041713_mcinerneyjack_isi_mlshcs20130413007 Howard C. Smith/isiphotos.com
The Striker

Is Jack McInerney the American Chicharito?

Blessed with a poacher's instincts and the ability to process—and act upon—nearly imperceptible shifts in the attacking third, 20-year-old Jack McInerney is primed to take his game to the next level.

ASN Slideshow 041713_mcinerneyjack_isi_usmntu17jd042109109
BY Will Parchman Posted
April 18, 2013
11:36 AM
OF ALL THE INNOVATIONS Ajax's Total Football introduced for the modern striker, one of its most important was demystifying the idea that the striker is a mindless whirling dervish.

For decades in the early part of the 20th century, the striker and the midfielder were only nominally different, with position (not mindset and rarely out-and-out ability) being the only thing to separate the two on the field. Ajax, with all its attacking panache and position swaps, came to embody something rather different.

Instead of asking its forwards to be an engine, Ajax asked its forwards to think.

"Our standpoint was that we were not protecting our own goal, we were attacking the halfway line," former Ajax defender Ruud Krol once said. "That's why we played offside. You don't want to run back to defend because you are trying to save energy. Instead of running 80 meters back and 80 forward it's better to run only ten in each direction. That's 20 meters instead of 160."

Ajax distended the rulebook to fit its own style, not the other way around. This wasn't the norm in a game that was still embryonic in its tactical evolution and still pervasively copycat in the way it deployed formations. Its strikers, instead of chasing balls and ducking into challenges, played offside. They jumped through the picket lines during buildups, looking to dive into channels they created themselves with their own movement. It was a radical ideal at the time, asking strikers to do physically less work to pick up more chances. But, as Ajax and subsequent teams have learned, having a forward with the ability to tag along on outside shoulders of the back line instead of constantly looking to stretch both end lines has its benefits.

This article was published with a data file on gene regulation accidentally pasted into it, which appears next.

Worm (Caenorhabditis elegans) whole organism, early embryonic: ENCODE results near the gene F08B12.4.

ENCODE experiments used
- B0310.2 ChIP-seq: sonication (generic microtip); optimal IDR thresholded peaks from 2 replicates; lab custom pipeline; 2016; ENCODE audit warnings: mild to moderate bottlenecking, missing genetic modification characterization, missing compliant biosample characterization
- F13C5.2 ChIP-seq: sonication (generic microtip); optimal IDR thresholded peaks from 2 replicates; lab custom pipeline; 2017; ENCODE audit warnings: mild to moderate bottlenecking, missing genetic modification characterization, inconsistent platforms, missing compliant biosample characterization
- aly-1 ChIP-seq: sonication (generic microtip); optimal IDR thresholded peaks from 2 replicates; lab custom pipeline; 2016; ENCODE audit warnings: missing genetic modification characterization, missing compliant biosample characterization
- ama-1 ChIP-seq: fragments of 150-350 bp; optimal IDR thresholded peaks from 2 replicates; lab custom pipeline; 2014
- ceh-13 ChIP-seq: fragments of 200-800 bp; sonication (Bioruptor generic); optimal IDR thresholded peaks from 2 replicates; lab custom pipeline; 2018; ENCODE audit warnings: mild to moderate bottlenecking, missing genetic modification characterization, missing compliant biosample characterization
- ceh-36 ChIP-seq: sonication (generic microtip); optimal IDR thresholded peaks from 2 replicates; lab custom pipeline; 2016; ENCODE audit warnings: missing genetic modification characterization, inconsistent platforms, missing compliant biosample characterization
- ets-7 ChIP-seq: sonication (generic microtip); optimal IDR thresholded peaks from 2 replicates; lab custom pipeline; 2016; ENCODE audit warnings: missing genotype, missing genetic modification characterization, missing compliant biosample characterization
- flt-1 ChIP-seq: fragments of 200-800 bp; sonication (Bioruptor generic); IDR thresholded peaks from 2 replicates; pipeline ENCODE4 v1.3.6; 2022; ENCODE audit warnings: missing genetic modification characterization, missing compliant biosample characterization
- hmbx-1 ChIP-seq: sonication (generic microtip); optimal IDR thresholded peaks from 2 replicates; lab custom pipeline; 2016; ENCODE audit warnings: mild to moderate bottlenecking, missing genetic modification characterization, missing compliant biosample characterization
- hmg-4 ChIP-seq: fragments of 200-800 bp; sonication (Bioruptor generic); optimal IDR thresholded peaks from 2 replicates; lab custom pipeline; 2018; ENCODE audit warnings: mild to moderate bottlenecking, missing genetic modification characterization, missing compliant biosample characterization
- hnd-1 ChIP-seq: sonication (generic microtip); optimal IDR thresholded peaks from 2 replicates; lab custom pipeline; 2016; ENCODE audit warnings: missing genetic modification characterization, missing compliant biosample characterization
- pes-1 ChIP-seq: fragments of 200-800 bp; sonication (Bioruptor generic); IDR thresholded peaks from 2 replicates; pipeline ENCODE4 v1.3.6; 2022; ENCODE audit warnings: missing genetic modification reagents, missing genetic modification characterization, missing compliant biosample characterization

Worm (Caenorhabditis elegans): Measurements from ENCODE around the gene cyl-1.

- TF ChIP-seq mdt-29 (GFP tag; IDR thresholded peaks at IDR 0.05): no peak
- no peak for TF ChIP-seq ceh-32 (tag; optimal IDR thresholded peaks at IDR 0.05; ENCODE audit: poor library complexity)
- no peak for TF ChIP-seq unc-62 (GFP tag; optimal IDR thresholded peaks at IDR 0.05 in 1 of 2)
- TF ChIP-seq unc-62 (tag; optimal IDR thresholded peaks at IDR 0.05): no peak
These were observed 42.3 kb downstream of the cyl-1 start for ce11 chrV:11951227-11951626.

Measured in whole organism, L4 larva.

That lineage is strong today, and American strikers have carried the banner with particular verve. In the absence of superior foot skills, American forwards naturally took a Darwinian track toward this kind of calculating, perceptive, reactive soccer. Right place, right time, tidy finish.

I'm not sure that anyone in MLS is doing it better this season than young Jack McInerney.

It's easy enough to call McInerney the American Chicharito, even if it's a comparison McInerney is reticent to accept. But there is some truth in it. Chicharito has a habit of popping up in wide open positions just feet in front of empty nets. So does McInerney. Chicharito at times seems like a dogged terrier winched upright by iron cables, even in tight spaces. So does McInerney. And, most importantly for strikers, Chicharito scores big goals at big times. Even though he's just 20, McInerney has begun doing this with noticeable regularity.

In six games so far this year, McInerney has four goals. That's just one off the league pace set by Mike Magee and Robert Earnshaw. But even that doesn't tell his full value for a Philadelphia Union team that has struggled to put a viable creator in midfield for quite some time.

McInerney scored game-winners in back-to-back games in March, and his four goals have resulted directly in all eight of the Union's points this year (two wins and two draws won on the back of two McInerney goals). In Philly's 1-1 draw against Toronto last weekend (a game in which he ostensibly scored twice after one goal was disallowed), McInerney was directly involved with each of Philly's six best chances on goal.

Earlier in his career (like, basically last year) you saw McInerney display these qualities but only in flickering strobes. He'd spin into open space and flub a chance. Or he'd have acres in front of him and not process it quickly enough. Six games into his fourth MLS season and you're already seeing his old skin molting.

Here, aided by visuals, we'll take a look at critical moves in a few of McInerney's goals this year. Much like when I looked at games for a profile on Chris Wondolowski last year, you realize most of McInerney's technical prowess is surreptitious. The great lie about his game (and that of those like him) is that there is nothing more at work than being in the right place at the right time.

As you'll see, there's so much more.

We start here with McInerney's most recent goal, his poacher's effort that allowed Philly to salvage a draw against TFC last weekend. It's important to note that just minutes earlier, McInerney had a goal disallowed that illustrated in equal measure his predatory value.

Philly had hammered away at TFC's back line all day with no release. McInerney continued to spin into space, dive into crevasses and generally pester TFC's rear guard all afternoon with no discernible effect. Until, as so many teams do, the pressure finally allowed Philly to knock the Reds over with a feather duster applied liberally by McInerney himself.